5 things to consider after receiving that Valentine’s gift

3 min read 23 March 2019

Valentine’s Day is one of the most commercialised days on the global calendar. Each year billions of rands are spent on expensive gifts. In 2018, South Africa’s online gift and flower delivery business, NetFlorist, grew by 1,400% in the run-up to Valentine's Day as more than 200,000 red rose stems were ordered.

Marius Steyn, Personal Lines Underwriting Manager at Santam says:  “Valentine’s Day is regarded the same as a birthday, anniversary, or a wedding/engagement day, therefore the gifts are treated in the same manner in terms of insurance policies. Consumers are always advised to seek counsel from their broker when receiving any new valuable item.”

Whether it's a diamond engagement ring, the dream car you’ve been dying to drive or any flashy expensive pair of shoes, hold your horses before you start showing off to your loved ones and friends. After delivering your thank you speech, don't forget to protect the gift with the correct insurance. If you already have a household content insurance, talk to your broker for advice on how you can insure your gift.

Steyn shares some tips on how you can cover your gift and have peace of mind if anything were to happen to it.

  1. Adequate household content insurance: Ensure your household contents insurance is always sufficient to avoid being under insured in the event of a claim.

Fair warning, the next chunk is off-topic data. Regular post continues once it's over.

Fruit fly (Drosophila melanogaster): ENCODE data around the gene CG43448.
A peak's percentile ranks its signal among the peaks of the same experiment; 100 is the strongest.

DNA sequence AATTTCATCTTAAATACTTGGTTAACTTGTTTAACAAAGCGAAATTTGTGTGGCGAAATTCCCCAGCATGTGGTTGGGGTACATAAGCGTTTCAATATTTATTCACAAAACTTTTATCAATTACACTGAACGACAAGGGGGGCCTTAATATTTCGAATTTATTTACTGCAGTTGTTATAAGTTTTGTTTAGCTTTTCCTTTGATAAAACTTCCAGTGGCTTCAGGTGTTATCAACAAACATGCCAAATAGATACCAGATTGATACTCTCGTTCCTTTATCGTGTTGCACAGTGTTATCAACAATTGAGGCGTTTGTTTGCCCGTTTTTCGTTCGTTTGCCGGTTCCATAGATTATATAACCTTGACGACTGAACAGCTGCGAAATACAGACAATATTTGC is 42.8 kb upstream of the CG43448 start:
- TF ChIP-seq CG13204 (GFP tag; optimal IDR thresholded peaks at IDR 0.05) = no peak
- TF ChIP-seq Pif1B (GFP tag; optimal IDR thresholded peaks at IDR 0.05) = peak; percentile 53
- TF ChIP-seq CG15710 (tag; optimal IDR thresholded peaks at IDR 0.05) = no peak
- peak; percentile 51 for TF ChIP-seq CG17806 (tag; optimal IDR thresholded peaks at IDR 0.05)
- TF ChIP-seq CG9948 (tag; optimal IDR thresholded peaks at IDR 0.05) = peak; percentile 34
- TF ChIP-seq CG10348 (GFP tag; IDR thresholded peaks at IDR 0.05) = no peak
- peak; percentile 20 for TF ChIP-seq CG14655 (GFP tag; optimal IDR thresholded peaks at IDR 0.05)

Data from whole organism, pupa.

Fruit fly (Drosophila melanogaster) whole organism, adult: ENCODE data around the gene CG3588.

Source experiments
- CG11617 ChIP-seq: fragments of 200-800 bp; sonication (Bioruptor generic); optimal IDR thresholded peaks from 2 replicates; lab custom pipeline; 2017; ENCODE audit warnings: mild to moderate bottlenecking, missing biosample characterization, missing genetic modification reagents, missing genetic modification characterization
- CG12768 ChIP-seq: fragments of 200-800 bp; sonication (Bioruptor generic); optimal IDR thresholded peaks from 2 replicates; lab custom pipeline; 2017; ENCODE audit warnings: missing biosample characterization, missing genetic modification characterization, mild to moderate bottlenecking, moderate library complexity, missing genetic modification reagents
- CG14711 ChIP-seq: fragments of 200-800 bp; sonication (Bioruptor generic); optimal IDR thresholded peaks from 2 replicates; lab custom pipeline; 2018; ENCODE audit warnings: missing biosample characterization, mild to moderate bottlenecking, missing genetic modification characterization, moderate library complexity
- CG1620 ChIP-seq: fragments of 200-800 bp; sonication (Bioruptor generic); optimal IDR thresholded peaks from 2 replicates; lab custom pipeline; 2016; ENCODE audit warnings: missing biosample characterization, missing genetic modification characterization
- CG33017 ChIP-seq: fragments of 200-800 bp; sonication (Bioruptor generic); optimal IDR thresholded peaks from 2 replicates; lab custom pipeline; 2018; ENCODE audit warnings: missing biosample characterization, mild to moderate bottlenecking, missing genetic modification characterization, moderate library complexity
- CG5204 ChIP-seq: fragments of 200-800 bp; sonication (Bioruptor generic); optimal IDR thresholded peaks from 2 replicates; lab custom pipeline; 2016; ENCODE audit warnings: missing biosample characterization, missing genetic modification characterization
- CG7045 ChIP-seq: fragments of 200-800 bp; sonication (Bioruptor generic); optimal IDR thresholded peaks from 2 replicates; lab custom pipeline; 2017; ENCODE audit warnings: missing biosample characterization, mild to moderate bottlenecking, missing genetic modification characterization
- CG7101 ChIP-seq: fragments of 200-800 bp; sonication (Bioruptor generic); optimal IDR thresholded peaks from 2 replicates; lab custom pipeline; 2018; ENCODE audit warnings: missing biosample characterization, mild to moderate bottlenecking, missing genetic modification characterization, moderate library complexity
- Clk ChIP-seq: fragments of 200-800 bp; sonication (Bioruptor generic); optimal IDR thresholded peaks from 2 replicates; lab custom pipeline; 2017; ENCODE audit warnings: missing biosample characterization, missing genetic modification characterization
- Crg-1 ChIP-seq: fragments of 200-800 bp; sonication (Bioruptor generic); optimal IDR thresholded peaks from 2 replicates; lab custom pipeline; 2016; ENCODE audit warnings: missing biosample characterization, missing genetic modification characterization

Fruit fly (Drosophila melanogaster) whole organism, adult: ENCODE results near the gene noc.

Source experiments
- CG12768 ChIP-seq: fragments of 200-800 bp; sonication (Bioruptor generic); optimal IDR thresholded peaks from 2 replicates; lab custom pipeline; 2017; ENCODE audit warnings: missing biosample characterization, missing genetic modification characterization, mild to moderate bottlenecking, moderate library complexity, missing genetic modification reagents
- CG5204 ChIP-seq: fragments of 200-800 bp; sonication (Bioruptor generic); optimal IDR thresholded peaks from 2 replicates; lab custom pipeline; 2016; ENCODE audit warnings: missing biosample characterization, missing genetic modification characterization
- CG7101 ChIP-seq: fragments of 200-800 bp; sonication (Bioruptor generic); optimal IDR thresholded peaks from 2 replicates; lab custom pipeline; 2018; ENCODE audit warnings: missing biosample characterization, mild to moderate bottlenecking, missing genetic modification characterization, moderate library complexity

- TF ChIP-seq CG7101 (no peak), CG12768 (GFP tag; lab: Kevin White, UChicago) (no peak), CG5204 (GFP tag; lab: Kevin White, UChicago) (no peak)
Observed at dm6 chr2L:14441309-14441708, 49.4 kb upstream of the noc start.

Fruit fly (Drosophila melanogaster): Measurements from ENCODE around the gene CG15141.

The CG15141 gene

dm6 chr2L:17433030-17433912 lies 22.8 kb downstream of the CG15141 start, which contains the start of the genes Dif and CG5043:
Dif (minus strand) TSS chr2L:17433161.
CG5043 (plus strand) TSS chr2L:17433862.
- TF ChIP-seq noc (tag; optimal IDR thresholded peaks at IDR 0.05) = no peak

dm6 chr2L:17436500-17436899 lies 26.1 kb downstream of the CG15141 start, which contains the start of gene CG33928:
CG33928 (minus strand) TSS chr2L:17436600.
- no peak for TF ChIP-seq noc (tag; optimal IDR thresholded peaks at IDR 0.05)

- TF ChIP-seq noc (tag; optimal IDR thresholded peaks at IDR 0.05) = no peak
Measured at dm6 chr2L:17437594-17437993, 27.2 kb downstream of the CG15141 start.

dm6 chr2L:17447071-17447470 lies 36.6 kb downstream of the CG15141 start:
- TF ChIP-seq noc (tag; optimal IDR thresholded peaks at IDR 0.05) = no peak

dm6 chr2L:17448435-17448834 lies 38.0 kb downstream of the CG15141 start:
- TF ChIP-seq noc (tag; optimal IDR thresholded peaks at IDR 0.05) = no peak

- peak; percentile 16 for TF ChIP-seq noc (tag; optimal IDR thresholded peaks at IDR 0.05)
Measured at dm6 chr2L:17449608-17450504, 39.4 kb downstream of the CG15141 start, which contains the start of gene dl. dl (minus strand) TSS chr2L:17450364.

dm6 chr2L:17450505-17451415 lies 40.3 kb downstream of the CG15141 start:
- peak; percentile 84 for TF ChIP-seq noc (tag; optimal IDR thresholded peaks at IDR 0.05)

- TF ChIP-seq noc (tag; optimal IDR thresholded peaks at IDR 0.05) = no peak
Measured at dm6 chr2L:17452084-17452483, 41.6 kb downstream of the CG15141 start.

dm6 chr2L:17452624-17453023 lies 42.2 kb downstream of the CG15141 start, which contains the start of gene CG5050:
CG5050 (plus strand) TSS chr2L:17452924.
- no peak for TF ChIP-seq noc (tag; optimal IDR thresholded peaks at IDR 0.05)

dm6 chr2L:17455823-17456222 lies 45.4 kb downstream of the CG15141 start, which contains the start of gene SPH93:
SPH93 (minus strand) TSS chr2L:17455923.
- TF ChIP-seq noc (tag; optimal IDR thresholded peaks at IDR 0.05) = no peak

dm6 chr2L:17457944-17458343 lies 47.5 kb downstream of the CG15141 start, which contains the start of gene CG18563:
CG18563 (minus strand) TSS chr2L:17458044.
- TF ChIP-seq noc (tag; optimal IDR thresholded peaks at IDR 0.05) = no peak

2. Insurance for items that are not always within the confinement of the home i.e. jewellery: Many people ask if such items would be insured under the all risks section for clothing and personal effects. Such items are only limited to 20% of the total sum insured of Clothing and Personal effects. Should an item, normally worn or carried by or on a person, exceed 20% limitation it would be best to specify the item under the all risks section of the policy to ensure it enjoys worldwide cover.
  3. When is the right time to insure your gift? It is always advisable to inform your insurer of any valuable additional items purchased in your home. The insured amount of your contents is an estimated amount, so unless the item is not of a great value the value of your entire content needs not to be increased, if not the sum insured of your contents needs to be increased with the value of the item.  With expensive gifts consider whether the value insured for household contents is not sufficient, in that case one should consider specifying the item under the all risks section of the policy which would comprise an additional premium.
  4. What to do if your precious gift is stolen/ broken before you insure it, will it be covered? It will be covered, but under insurance could be applicable and in that case the full value of the item would not be covered and then only a percentage or proportional share of the loss or damage will be covered and the client will be responsible for the shortfall.  
  5. Can you insure a sentimental gift: Unfortunately, sentimental value is not insurable but the gift can be insured at its actual replacement value.

Steyn concludes that as the person receiving the gift, it’s best to get your own policy as soon as possible if you do not already have one. If you decide on having one policy between you and your new partner, but you’re not the main policyholder, remember that if you’re the additional insured, it’s up to your partner to pay you in the event of a claim, which could get difficult if you’re not together any more.